Apollo’s mortifying punishment continues as he battles a notorious historical villain while in pursuit of an Oracle.
Apollo (still trapped in the body of a teenage boy) finds his way out of a terrifying underground labyrinth with his demigod master, green-thumbed Meg McCaffrey (she’s a daughter of Demeter), only to find himself in a tense Southern California desertscape. The state has been plagued with droughts and wildfires, and climate change isn’t the only thing to blame. As in most of Riordan’s mythology novels, Apollo and his friends must fight their way through a variety of challenges, meeting gods, monsters, and spirits along the way. In this installment the main allies are dryads, a welcome spot of green in the desert. Caligula (“Little Boots”) is a mastermind of unparalleled sadism. The captive Oracle Herophile contrasts effectively with the power and determination of Medea. “Power,” Apollo muses, “makes good people uneasy rather than joyful or boastful. That’s why good people so rarely rise to power.” He continues to grow as a sympathetic narrator, his egotism and vanity slowly giving way to humility and self-sacrifice. His flashes of vulnerability, especially around the reminder of his long-departed lover Hyacinthus, are endearing—but the constant deprecating references to his “flabby” and “softly curved…in all the wrong ways” reinforce tiresome body-image assumptions. The book assumes a white default, though some secondary characters are not white.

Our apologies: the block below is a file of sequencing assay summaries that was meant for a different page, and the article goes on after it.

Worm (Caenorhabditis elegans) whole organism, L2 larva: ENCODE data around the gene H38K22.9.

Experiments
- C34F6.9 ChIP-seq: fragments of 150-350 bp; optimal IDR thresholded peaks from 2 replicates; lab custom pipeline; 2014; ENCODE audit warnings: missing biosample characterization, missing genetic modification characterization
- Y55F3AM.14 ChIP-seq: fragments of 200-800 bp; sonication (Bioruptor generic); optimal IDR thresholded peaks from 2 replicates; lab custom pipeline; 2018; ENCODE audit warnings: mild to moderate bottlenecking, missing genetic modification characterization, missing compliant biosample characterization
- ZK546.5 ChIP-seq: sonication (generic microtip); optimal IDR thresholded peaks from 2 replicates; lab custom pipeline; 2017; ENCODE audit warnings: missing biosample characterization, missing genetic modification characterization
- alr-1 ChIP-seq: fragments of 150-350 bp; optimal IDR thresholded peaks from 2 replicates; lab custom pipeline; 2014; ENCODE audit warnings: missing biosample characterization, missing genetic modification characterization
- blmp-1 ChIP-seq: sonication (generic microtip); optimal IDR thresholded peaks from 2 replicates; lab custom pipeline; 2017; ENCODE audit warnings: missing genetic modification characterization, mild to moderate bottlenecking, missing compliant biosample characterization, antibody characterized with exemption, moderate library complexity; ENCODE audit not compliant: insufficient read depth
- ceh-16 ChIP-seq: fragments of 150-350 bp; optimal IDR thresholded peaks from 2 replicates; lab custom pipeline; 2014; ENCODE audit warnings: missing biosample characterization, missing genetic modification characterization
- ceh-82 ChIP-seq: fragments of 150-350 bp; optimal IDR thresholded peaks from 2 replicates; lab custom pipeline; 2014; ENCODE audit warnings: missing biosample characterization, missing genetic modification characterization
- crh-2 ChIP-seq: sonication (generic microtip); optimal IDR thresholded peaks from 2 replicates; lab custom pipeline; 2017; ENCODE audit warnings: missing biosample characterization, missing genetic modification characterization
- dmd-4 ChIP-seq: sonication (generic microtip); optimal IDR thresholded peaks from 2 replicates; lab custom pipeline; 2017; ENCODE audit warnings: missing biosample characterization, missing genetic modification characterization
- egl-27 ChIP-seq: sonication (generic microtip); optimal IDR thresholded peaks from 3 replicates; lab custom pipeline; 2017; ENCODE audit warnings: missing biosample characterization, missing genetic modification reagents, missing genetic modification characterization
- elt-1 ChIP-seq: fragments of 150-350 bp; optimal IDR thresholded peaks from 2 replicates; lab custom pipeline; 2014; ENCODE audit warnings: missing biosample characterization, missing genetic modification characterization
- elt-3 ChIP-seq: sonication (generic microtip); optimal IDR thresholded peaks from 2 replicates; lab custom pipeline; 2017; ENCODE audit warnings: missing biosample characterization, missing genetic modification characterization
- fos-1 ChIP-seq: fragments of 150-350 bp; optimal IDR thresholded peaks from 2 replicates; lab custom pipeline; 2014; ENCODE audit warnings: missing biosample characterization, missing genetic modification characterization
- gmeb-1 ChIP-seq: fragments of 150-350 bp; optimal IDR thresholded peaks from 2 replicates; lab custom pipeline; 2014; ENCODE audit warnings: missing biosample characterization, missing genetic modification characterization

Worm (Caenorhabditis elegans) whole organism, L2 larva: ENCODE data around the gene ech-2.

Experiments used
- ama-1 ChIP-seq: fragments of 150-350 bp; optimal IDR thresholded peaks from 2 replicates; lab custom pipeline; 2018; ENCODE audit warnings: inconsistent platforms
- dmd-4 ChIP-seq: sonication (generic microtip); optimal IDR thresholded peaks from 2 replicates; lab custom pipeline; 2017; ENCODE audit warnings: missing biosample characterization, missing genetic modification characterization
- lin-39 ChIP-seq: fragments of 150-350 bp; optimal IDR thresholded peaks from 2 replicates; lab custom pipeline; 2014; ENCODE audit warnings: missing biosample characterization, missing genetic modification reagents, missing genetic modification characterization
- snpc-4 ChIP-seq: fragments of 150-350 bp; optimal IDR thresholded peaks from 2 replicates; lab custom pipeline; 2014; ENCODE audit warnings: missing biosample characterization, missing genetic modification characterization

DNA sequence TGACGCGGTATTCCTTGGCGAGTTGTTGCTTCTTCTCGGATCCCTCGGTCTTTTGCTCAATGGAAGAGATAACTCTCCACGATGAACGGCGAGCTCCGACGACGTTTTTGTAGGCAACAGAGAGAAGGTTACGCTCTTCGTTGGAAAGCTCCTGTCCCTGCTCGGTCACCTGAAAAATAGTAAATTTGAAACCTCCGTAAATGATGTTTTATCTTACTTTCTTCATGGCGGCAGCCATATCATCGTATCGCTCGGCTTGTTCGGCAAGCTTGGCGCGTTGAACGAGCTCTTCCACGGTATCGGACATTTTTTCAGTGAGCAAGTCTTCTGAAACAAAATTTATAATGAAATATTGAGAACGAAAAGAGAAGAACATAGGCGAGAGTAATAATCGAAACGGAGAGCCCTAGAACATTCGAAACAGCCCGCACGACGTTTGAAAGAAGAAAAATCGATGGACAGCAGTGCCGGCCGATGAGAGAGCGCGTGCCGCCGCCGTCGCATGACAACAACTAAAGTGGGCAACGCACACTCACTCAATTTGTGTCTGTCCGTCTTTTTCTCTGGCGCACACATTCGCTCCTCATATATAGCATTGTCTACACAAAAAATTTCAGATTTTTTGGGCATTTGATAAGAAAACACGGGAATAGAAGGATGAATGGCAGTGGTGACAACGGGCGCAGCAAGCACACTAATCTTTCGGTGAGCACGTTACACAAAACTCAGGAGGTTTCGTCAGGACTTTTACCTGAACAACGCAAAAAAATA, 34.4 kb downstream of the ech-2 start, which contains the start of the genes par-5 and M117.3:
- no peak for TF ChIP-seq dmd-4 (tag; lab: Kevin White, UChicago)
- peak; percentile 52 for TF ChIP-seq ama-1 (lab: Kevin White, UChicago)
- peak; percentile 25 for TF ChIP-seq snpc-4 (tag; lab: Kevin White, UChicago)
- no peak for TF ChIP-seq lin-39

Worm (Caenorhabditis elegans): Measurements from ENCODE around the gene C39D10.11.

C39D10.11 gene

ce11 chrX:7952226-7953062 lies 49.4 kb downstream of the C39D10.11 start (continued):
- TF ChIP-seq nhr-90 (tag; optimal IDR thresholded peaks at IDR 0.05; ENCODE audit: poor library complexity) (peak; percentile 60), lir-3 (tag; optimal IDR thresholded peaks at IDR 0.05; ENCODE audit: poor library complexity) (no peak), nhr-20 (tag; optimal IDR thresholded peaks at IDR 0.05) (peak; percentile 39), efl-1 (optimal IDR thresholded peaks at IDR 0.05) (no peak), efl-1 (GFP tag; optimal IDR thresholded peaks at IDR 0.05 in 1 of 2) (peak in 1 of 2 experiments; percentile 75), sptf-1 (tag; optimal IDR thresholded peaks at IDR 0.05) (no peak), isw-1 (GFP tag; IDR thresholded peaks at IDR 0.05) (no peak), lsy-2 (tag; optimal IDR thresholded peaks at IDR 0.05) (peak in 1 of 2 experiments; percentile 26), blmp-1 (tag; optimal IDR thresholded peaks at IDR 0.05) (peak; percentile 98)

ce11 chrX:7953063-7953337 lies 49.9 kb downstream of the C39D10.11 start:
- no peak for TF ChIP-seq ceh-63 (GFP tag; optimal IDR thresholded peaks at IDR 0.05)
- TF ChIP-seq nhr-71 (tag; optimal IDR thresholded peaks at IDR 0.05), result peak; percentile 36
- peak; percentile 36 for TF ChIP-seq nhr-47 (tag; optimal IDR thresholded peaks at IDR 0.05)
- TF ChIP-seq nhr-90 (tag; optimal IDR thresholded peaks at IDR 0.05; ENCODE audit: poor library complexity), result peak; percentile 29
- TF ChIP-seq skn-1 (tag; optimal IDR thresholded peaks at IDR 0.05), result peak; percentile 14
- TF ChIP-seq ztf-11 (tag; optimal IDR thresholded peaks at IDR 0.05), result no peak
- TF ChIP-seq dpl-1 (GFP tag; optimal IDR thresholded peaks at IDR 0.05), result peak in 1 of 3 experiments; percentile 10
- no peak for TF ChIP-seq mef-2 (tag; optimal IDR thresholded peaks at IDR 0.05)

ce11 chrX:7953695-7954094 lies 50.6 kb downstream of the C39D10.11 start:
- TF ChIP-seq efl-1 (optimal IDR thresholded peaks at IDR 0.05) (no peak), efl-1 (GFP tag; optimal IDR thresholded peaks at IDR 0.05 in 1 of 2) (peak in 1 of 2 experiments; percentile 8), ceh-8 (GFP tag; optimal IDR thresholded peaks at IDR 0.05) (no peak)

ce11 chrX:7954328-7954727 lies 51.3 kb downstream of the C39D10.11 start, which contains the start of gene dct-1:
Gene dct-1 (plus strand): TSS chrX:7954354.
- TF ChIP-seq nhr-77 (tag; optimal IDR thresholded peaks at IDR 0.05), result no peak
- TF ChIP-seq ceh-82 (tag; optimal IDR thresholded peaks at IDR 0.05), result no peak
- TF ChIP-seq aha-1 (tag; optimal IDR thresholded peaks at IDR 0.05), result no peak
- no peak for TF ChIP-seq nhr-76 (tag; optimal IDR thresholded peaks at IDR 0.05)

A satisfying bridge, setting up for the next in the series. (Fantasy. 10-14)